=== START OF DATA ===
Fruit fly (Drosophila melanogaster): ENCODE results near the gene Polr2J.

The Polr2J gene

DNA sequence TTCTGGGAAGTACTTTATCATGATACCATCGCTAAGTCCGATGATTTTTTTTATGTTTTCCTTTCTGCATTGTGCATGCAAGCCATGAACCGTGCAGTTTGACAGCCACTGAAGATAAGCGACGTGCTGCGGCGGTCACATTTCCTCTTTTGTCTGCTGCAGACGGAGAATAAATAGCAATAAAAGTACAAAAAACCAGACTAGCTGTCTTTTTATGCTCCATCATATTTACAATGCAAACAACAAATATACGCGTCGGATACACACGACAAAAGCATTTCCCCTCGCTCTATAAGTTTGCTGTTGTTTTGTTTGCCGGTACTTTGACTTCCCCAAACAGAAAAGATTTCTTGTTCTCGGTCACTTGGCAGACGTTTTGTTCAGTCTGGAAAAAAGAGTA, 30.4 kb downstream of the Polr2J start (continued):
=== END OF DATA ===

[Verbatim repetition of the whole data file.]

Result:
Fruit fly (Drosophila melanogaster): ENCODE results near the gene Polr2J.

The Polr2J gene

DNA sequence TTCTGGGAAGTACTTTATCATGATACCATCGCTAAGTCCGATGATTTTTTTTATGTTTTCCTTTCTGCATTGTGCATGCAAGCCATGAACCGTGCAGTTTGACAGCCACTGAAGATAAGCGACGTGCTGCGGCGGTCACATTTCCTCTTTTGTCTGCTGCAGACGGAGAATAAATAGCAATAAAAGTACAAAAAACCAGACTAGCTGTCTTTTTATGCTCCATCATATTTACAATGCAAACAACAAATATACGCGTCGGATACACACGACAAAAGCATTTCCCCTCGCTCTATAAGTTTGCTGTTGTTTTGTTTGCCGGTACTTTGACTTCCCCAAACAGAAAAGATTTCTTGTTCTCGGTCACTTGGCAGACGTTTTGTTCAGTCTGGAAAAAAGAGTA, 30.4 kb downstream of the Polr2J start (continued):